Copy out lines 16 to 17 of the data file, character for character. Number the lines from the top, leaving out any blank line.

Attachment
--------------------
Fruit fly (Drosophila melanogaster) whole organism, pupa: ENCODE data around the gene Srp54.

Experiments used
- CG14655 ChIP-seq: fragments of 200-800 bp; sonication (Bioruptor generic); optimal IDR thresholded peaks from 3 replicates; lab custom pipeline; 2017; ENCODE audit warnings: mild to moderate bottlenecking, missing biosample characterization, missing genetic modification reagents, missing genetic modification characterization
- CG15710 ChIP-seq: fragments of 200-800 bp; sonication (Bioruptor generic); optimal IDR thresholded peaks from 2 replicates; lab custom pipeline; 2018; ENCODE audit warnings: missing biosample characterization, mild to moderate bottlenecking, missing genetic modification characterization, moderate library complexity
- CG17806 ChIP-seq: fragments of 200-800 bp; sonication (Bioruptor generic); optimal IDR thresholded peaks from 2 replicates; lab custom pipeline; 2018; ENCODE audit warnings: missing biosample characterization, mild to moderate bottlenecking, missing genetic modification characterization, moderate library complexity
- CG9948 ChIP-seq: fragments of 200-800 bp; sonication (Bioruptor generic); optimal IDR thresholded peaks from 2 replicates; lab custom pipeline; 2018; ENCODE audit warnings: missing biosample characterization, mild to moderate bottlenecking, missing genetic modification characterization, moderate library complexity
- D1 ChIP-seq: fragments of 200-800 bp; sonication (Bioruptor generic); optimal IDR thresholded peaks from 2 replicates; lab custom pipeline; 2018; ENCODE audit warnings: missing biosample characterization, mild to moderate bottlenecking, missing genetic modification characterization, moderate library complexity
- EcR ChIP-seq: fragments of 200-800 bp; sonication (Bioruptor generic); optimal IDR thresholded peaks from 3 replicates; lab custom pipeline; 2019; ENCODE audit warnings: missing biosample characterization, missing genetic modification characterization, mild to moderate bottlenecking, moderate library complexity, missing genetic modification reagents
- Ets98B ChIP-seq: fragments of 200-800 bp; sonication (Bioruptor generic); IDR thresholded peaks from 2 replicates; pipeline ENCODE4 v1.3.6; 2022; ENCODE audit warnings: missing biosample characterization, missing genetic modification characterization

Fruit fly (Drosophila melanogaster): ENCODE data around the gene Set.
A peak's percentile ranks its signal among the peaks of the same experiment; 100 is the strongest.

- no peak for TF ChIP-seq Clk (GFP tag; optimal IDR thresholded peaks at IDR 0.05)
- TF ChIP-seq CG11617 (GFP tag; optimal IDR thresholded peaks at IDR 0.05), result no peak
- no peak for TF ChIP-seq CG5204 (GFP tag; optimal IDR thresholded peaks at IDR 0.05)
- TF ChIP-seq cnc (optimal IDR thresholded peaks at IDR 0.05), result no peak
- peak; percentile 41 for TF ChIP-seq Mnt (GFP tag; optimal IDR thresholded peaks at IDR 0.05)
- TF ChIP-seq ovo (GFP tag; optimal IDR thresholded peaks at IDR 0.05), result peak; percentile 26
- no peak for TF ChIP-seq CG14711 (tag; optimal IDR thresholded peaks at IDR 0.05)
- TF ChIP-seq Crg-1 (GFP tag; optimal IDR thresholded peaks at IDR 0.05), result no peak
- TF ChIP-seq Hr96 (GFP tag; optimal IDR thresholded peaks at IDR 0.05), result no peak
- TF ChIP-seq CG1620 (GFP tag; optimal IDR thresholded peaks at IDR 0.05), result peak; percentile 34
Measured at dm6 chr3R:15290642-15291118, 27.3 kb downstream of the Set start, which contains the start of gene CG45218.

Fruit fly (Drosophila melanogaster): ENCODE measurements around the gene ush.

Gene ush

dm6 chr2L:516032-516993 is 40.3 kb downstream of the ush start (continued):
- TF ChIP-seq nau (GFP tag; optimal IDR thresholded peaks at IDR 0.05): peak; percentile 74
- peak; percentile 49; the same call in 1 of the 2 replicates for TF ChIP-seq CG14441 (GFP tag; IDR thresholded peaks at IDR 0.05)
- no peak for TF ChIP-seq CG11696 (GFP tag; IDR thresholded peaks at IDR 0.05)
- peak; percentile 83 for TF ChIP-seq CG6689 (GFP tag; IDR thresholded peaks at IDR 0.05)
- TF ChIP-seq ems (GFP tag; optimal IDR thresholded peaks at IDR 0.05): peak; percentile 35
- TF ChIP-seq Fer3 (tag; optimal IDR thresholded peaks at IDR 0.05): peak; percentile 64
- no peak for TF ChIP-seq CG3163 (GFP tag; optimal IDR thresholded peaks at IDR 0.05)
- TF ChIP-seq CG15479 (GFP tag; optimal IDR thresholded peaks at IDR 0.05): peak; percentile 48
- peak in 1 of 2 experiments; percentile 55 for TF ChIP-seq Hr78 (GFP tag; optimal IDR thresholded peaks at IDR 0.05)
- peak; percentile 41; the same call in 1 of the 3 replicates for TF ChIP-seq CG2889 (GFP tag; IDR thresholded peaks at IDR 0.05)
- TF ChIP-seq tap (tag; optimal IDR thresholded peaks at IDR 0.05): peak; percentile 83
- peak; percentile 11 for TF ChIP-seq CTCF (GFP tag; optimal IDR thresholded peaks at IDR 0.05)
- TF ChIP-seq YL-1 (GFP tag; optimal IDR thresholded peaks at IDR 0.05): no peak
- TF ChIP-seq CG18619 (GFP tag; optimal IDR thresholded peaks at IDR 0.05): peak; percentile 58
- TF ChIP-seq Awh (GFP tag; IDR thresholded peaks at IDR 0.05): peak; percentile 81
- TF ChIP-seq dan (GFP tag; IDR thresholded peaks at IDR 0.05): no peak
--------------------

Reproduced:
- peak; percentile 41 for TF ChIP-seq Mnt (GFP tag; optimal IDR thresholded peaks at IDR 0.05)
- TF ChIP-seq ovo (GFP tag; optimal IDR thresholded peaks at IDR 0.05), result peak; percentile 26